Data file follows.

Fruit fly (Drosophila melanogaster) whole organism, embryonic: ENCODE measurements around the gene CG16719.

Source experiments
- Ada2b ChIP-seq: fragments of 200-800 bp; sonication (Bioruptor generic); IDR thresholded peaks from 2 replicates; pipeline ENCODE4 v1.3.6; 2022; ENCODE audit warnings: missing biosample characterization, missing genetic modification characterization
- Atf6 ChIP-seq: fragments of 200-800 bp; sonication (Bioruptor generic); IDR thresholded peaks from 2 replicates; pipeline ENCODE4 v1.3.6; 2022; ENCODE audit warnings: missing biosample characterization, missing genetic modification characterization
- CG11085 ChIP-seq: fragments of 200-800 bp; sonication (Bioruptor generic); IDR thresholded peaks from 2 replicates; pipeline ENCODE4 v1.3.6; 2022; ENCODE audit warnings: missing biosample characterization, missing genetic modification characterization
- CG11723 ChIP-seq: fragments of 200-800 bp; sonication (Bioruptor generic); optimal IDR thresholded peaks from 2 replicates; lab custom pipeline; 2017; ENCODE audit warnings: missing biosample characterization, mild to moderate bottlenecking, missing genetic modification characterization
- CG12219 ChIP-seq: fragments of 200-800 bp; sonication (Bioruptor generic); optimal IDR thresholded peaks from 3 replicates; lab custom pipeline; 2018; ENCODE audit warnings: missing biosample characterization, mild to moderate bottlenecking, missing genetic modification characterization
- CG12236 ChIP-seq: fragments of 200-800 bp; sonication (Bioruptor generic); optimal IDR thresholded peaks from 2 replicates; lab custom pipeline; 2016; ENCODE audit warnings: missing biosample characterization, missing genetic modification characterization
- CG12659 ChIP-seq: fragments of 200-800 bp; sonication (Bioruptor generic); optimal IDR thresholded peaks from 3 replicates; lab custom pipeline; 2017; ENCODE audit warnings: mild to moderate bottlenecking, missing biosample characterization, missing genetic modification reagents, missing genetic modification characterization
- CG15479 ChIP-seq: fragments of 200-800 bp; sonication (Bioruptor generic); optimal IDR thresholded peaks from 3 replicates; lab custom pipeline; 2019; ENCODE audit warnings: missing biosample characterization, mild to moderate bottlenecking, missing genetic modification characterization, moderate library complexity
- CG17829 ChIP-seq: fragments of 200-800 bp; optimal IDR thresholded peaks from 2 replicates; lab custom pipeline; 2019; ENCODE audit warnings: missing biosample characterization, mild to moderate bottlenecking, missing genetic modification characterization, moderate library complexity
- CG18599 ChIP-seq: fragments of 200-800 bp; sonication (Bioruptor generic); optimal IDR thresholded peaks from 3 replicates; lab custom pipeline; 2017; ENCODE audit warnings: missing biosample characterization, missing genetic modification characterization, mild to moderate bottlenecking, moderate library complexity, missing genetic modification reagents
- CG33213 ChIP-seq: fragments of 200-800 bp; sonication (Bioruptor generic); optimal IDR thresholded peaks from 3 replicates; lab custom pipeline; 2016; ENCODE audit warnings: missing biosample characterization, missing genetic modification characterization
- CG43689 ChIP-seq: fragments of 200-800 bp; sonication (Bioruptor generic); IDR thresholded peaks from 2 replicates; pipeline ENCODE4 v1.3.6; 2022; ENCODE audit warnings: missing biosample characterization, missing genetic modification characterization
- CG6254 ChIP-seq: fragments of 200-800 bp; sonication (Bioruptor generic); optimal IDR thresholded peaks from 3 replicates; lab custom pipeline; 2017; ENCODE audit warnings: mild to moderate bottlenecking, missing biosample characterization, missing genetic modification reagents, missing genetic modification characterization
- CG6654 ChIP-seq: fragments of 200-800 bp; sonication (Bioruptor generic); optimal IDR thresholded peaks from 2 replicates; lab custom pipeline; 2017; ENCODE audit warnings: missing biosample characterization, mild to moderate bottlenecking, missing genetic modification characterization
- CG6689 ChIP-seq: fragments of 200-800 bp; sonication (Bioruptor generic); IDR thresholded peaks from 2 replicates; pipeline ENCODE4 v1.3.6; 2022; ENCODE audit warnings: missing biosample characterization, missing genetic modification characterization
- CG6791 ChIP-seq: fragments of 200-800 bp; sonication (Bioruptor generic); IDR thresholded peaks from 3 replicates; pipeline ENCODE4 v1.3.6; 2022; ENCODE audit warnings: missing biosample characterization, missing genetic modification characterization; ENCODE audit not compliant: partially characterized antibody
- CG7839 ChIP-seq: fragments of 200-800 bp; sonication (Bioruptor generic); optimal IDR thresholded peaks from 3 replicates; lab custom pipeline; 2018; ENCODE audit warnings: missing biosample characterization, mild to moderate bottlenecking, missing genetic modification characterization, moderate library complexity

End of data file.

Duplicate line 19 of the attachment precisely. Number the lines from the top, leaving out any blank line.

- CG7839 ChIP-seq: fragments of 200-800 bp; sonication (Bioruptor generic); optimal IDR thresholded peaks from 3 replicates; lab custom pipeline; 2018; ENCODE audit warnings: missing biosample characterization, mild to moderate bottlenecking, missing genetic modification characterization, moderate library complexity